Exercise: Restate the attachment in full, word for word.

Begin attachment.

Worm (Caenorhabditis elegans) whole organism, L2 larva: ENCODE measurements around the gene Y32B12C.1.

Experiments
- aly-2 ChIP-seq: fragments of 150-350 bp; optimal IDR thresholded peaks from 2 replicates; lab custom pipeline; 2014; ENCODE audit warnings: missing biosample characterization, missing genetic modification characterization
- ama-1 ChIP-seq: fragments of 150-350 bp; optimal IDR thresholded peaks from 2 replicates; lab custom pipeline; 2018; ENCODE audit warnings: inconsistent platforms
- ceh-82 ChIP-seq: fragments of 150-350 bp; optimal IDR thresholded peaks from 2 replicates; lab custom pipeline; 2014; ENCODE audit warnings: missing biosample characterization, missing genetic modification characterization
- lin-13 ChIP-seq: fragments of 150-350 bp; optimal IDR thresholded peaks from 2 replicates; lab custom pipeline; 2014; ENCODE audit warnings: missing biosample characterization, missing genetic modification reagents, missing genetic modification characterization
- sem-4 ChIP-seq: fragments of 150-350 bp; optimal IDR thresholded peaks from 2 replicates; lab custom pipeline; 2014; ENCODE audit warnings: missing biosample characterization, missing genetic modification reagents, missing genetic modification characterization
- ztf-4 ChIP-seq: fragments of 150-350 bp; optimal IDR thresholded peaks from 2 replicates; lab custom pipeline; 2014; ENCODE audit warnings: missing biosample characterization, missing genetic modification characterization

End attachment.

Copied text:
Worm (Caenorhabditis elegans) whole organism, L2 larva: ENCODE measurements around the gene Y32B12C.1.

Experiments
- aly-2 ChIP-seq: fragments of 150-350 bp; optimal IDR thresholded peaks from 2 replicates; lab custom pipeline; 2014; ENCODE audit warnings: missing biosample characterization, missing genetic modification characterization
- ama-1 ChIP-seq: fragments of 150-350 bp; optimal IDR thresholded peaks from 2 replicates; lab custom pipeline; 2018; ENCODE audit warnings: inconsistent platforms
- ceh-82 ChIP-seq: fragments of 150-350 bp; optimal IDR thresholded peaks from 2 replicates; lab custom pipeline; 2014; ENCODE audit warnings: missing biosample characterization, missing genetic modification characterization
- lin-13 ChIP-seq: fragments of 150-350 bp; optimal IDR thresholded peaks from 2 replicates; lab custom pipeline; 2014; ENCODE audit warnings: missing biosample characterization, missing genetic modification reagents, missing genetic modification characterization
- sem-4 ChIP-seq: fragments of 150-350 bp; optimal IDR thresholded peaks from 2 replicates; lab custom pipeline; 2014; ENCODE audit warnings: missing biosample characterization, missing genetic modification reagents, missing genetic modification characterization
- ztf-4 ChIP-seq: fragments of 150-350 bp; optimal IDR thresholded peaks from 2 replicates; lab custom pipeline; 2014; ENCODE audit warnings: missing biosample characterization, missing genetic modification characterization